Reliable public transport is priority for Green Julie if elected mayor of Peterborough and Cambridgeshire

It is still two months until Cambridgeshire elects its first mayor, but Julie Howell has just 15 days to save her campaign.

Sunday, 5th March 2017, 6:00 am
Updated Friday, 24th March 2017, 11:05 am
Julie Howell

The Green Party candidate has crowdfunded more than half of the £5,000 deposit she needs to stand in the county’s historic election, but without the remaining money the number of candidates on the voting slips will drop down to six.

Not that the challenge is daunting the Peterborough parish councillor, who is one of just two candidates with strong links to the city.

With an entrepreneurial zeal perhaps not usually associated with the Green Party, she is offering fundraisers direct access to some of the skills she has accrued as a campaigner and confidence coach.

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Julie Howell of the Green Party attending a litter pick at Beckingham with party co-leader Jonathan Bartley EMN-160111-154924009

A £600 donation, for instance, will see Julie “help you to write, and coach you to deliver, a kick ass inspirational speech,” on top of a “thank you email from Julie, mention on website, badge, wristband, pen and Green Party mug.”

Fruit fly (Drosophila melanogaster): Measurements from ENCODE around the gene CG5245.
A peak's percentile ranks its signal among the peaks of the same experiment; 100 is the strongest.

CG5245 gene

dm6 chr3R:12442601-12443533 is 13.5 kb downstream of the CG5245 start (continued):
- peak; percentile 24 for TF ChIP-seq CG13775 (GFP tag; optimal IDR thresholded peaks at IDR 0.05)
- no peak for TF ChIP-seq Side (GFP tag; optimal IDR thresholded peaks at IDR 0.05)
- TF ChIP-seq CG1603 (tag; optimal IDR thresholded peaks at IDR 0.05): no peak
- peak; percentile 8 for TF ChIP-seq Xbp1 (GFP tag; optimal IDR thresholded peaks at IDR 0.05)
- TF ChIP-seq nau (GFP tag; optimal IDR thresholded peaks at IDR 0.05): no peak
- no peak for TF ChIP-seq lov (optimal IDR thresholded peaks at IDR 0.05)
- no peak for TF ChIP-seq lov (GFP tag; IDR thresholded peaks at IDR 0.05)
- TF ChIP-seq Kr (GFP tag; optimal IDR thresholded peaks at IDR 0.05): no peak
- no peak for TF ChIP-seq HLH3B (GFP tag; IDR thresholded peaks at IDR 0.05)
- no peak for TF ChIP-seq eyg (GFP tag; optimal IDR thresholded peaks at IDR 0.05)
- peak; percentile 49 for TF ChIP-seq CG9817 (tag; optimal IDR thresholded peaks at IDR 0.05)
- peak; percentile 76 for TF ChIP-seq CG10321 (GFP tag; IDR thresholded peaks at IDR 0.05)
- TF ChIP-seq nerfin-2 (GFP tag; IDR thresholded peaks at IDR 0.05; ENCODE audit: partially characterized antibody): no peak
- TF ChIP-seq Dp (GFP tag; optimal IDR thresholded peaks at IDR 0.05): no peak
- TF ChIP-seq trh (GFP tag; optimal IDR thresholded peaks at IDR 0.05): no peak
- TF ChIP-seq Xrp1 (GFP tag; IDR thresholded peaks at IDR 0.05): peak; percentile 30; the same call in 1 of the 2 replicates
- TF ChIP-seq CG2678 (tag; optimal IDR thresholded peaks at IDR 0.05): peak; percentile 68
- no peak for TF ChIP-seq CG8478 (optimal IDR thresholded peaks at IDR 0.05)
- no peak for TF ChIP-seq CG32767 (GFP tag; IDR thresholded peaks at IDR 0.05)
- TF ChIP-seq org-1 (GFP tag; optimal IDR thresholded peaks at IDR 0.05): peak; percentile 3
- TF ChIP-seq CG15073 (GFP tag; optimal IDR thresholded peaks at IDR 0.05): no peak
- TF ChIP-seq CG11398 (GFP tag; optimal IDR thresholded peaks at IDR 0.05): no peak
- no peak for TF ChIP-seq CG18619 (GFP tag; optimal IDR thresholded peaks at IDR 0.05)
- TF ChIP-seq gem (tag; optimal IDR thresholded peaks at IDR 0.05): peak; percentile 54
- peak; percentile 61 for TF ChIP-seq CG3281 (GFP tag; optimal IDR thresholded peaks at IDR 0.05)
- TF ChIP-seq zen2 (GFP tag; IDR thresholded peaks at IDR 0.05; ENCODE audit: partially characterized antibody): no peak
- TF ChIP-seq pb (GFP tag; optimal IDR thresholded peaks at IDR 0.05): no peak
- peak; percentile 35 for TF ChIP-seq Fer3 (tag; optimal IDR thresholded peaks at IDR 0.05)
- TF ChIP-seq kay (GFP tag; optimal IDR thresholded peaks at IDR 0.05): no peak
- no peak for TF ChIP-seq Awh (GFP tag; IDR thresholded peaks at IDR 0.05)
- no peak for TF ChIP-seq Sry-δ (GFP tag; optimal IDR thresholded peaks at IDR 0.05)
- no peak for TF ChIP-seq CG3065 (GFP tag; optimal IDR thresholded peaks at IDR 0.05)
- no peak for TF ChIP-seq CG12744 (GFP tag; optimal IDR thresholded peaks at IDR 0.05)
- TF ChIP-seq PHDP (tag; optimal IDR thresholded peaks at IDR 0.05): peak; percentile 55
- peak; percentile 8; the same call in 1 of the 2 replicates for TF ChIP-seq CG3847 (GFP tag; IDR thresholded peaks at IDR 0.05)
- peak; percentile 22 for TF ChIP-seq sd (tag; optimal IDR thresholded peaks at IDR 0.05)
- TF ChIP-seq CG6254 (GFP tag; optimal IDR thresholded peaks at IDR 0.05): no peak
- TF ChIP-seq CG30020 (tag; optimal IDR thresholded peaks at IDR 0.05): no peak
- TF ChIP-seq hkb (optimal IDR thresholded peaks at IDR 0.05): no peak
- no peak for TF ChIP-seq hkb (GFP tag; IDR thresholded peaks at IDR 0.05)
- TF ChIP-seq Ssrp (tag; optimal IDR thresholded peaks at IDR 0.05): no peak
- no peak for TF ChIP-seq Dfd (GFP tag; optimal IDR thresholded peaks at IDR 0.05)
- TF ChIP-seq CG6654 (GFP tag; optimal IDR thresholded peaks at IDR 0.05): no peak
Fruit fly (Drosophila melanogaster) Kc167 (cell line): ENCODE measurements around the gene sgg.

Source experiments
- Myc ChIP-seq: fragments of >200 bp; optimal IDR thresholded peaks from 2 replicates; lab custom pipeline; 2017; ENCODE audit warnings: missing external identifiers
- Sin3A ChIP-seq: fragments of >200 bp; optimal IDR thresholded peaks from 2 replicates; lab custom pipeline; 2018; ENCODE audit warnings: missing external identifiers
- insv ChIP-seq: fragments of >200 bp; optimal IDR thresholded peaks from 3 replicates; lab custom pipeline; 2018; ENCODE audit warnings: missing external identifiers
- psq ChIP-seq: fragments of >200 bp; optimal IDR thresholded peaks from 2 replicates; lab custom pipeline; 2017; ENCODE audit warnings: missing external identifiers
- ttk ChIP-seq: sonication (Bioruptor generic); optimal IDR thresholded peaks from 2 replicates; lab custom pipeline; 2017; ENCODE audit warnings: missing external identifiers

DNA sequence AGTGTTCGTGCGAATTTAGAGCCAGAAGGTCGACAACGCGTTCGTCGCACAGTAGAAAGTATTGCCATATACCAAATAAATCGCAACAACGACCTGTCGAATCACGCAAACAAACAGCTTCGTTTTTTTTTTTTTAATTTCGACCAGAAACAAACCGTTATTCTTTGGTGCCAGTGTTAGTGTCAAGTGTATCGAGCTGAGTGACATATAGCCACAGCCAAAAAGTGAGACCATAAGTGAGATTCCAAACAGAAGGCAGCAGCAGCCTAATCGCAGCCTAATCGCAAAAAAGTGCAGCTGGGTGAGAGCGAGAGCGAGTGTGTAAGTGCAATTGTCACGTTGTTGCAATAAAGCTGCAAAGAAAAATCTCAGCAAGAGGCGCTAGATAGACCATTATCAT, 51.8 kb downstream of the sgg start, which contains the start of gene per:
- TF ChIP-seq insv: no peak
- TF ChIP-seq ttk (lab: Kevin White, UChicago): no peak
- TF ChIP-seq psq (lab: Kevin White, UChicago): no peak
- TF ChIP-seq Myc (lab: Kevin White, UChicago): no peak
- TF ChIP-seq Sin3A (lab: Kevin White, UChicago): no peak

Two people have so far donated £70, which means instead of receiving help with a speech they will have their CV “expertly reviewed by Julie (after the election).”

Julie, of Orton Northgate, explained: “We were thinking, ‘what can we offer that people actually want?’. It’s the usual thing of badges, wrist-bands, pens, mugs. People like to feel signed up to something.

“I was also thinking, ‘what else can I offer that’s of value to people?’ I am a confidence coach, an interview skills coach. I can offer that and people have taken them up.”

Julie Howell of the Green Party attending a litter pick at Beckingham with party co-leader Jonathan Bartley EMN-160111-154924009

Julie’s speciality is helping people to talk at funerals without crying, but she is not yet ready to deliver her own post-election eulogy despite admitting winning isn’t everything.

She added: “Everybody seems to be very sure it’s a Conservative win. All I would say is you’re saying that before a single vote has been cast. Let’s just remember that.

“What if we stimulate a really high turnout? Then who knows what might happen. I’m reluctant to say it’s impossible. Impossible things happen all the time.”

Julie has had a varied career, ever since being diagnosed with Multiple Sclerosis aged 20 while reading Library & Information Studies at the University of Brighton.

She has been a campaigns officer for the Royal National Institute of Blind People and worked in PR and as a theatrical agent before deciding to go it alone as a confidence coach.

In 2012 she was named the first winner of the

University of Brighton Alumnus Award, in part due to her setting up an online network for people with MS, a condition which she has battled over the last quarter of a century.

“One of the biggest difficulties that a person with MS has to face daily is exhaustion,” Julie added.